I loved this subtle story of acceptance, probably because Sarah reminds me of my daughter. Between Sarah's effort and Rose's calm but protective wait-and-see, this story gently conveys to typical children that there is no magic formula for interacting with someone who is autistic. What's important is to realize that effort does make a difference, even if there isn't an immediate reward. Andy did notice Sarah's Frisbee offering, though he continued to play by himself. Sarah's acceptance of that is beautiful and will serve as a model for typical students wanting to interact with their autistic peers, but unsure of how to do so. Andy and His Yellow Frisbee isn't what I would choose as a first read aloud when introducing the concept of autism to typical students, because its focus is narrower. But I think it's ideal as a follow-up later to reinforce lessons on differences and to help students learn to engage with their autistic peers. It is also a lovely story for protective siblings of children on the spectrum. Recommended.

    3. Ian's Walk: A Story about Autism by Laurie Lears, illustrated by Karen Ritz

    Ian's WalkIan's Walk is the story of siblings Julie, Tara, and Ian—who is autistic—and their walk to the park. Julie initially doesn't want Ian to tag along, but gives in when he whines. Her mother admonishes Julie that she must be sure to keep a close eye on Ian. As they head out on their walk, Julie observes the different ways that Ian hears, sees, smells, and feels things. Even though she makes these observations, she finds herself frustrated with the inconveniences of Ian's differences and loses her patience. When the girls stop to get pizza, Tara reminds Julie to watch Ian. But Julie is distracted and suddenly realizes that Ian has disappeared. The sisters race about, frantic to find their vulnerable little brother. Then Julie focuses and decides to think and experience their surroundings like Ian—where would he be? Sure enough, that's how she finds him, making the big bell at the park gong back and forth. Julie is so grateful he is safe that she now has a new perspective on their walk back. This time, she allows Ian to enjoy the walk as he wants to experience it, allowing him to stop and immerse himself in the sights, smells, and sensations he loves.

    Ian's Walk is a beautiful story with a simple plot, but one that conveys the complex sibling relationships inherent in special needs families. It's an obvious story to share with siblings of autistic and special needs children (or even in support groups for such). But because the story also describes so well many aspects of autism and sensory integration disorder, it would also be a great introductory read aloud for the topic. My 7-year-old loved this story and recognized both her brother in the story as well as her own emotions in it. Recommended.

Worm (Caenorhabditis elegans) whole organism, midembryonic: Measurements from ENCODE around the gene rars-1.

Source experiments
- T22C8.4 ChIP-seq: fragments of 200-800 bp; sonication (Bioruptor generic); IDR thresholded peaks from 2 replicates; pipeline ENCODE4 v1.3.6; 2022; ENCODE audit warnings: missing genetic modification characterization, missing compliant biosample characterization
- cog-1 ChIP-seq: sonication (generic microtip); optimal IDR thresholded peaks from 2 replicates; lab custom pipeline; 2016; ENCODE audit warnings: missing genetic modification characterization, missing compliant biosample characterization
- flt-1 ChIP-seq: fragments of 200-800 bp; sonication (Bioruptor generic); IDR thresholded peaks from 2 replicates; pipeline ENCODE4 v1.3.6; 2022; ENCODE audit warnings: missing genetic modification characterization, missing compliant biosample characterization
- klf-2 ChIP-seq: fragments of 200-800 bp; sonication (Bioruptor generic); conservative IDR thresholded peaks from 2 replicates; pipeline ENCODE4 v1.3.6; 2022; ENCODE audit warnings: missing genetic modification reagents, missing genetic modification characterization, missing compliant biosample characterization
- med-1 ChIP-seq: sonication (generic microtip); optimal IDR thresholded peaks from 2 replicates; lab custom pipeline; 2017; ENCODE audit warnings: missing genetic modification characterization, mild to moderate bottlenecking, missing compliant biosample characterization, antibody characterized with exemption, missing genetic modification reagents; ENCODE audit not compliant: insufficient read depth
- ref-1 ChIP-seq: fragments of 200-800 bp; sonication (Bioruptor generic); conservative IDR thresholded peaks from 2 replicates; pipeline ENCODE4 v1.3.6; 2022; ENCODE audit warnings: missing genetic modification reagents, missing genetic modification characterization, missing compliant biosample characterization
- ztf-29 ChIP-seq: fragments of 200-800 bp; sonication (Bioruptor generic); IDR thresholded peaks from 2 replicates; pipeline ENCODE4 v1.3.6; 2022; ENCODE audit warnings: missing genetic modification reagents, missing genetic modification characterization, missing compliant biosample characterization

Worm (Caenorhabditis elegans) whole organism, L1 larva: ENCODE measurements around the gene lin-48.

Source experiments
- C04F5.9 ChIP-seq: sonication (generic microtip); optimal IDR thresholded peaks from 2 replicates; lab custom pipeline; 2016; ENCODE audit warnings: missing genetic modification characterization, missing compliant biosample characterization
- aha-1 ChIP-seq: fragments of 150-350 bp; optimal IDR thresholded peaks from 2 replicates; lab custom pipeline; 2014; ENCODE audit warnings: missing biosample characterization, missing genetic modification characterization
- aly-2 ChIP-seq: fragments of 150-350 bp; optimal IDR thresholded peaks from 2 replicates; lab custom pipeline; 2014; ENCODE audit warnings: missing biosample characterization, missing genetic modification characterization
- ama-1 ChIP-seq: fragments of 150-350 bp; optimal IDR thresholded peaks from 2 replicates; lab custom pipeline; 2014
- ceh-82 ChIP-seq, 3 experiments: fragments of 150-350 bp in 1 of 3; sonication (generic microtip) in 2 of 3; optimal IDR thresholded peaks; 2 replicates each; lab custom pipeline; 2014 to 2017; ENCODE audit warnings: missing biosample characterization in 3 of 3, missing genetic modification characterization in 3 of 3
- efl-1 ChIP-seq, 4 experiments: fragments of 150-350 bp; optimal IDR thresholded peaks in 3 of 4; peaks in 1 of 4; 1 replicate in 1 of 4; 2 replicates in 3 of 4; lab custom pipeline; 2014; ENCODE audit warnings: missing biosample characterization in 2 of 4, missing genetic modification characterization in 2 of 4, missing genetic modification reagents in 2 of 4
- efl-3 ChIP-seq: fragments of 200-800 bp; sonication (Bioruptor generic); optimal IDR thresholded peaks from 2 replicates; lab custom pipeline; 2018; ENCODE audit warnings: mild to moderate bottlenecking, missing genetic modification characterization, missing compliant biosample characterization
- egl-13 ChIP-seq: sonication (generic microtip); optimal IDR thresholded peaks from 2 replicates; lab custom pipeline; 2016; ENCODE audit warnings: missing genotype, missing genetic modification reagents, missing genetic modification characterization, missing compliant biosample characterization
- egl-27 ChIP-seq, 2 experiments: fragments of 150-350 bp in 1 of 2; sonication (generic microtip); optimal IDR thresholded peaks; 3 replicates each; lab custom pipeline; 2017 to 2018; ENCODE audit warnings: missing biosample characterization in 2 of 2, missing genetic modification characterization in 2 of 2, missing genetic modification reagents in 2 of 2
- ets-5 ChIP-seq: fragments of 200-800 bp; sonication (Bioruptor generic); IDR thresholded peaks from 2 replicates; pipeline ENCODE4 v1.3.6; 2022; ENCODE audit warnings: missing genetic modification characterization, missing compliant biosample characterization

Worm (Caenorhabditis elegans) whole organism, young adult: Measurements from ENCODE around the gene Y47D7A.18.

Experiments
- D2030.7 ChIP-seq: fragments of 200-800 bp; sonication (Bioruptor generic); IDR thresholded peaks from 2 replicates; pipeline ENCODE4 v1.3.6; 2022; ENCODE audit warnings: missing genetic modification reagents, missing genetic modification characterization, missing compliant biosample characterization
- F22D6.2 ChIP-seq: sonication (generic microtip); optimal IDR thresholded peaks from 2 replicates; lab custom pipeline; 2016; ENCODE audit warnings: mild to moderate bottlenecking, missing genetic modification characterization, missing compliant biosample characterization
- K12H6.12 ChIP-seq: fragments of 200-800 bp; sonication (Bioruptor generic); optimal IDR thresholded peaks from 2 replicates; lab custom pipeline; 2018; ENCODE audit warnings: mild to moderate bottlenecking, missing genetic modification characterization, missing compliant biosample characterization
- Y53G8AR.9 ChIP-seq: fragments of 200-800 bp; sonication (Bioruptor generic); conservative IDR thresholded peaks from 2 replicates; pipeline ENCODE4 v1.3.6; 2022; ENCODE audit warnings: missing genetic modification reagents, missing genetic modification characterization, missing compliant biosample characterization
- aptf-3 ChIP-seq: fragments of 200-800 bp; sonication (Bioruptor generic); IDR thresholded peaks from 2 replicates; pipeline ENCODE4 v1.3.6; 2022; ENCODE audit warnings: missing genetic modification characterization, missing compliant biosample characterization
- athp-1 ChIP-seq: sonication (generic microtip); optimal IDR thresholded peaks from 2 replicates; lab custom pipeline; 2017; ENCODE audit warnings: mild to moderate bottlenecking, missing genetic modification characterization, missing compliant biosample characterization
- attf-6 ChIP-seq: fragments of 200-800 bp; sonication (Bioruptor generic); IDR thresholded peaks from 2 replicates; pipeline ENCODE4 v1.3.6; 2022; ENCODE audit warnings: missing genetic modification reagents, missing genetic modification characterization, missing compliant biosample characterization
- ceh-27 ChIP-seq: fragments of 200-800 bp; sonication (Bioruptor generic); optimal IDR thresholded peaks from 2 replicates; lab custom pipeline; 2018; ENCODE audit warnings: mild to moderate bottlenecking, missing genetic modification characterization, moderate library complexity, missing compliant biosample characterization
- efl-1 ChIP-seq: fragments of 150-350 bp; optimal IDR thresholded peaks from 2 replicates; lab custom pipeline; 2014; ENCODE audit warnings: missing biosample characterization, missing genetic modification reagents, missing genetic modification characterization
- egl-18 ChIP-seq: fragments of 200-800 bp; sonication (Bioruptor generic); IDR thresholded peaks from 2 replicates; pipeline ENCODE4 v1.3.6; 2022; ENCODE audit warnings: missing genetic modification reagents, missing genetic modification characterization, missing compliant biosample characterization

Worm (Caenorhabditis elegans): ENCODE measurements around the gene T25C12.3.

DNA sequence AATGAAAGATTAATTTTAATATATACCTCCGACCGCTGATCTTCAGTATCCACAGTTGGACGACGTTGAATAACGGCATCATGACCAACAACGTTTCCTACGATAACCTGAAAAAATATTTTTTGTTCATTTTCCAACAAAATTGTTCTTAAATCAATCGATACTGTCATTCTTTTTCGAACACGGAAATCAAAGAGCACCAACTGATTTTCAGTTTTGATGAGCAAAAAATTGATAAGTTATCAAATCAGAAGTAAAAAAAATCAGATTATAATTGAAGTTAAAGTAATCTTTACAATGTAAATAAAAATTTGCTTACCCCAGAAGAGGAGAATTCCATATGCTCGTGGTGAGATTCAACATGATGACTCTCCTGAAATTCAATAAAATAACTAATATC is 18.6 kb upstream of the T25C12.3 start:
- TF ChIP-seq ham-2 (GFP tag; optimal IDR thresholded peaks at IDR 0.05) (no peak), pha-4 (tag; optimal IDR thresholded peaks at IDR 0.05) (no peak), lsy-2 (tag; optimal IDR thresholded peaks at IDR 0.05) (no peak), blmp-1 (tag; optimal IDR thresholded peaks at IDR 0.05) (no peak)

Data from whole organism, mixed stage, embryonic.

4. My Friend with Autism, Enhanced Edition with CD by Beverly Bishop, illustrated by Craig Bishop

    My Friend with Autism My Friend with Autism isn't a story so much as a narration by a peer, who tells readers about his friend, who is autistic. It begins with an explanation of all the things his friend is good at—hearing, seeing, touching, tasting, being smart, etc. For each thing his friend is good at comes an explanation of how that affects the friend (examples: extra-sensitive ears that hear before others but cause him to sometimes cover his ears). This part is a positive outlook on autism, but matter-of-fact. There is a shift about halfway through when the narrator explains that—while his friend is good at many things—there are some things that are difficult (talking, understanding feelings, sharing, etc.) What's good about this part is how the narrator makes suggestions of what can be done to help the friend when these things occur.

    My Friend with Autism is a practical and positive introduction to autism for typical students. It treats autism as something children shouldn't worry about and conveys to them that they really can be friends with their autistic classmates. This enhanced edition comes with a guide for adults that includes factual information about autism as well as tips for working with children on the spectrum. The CD includes coloring sheets of pages from the book for children to enjoy after the read aloud. I would suggest this book as a first read aloud for an inclusion classroom to be followed by one or more of the other stories in this list.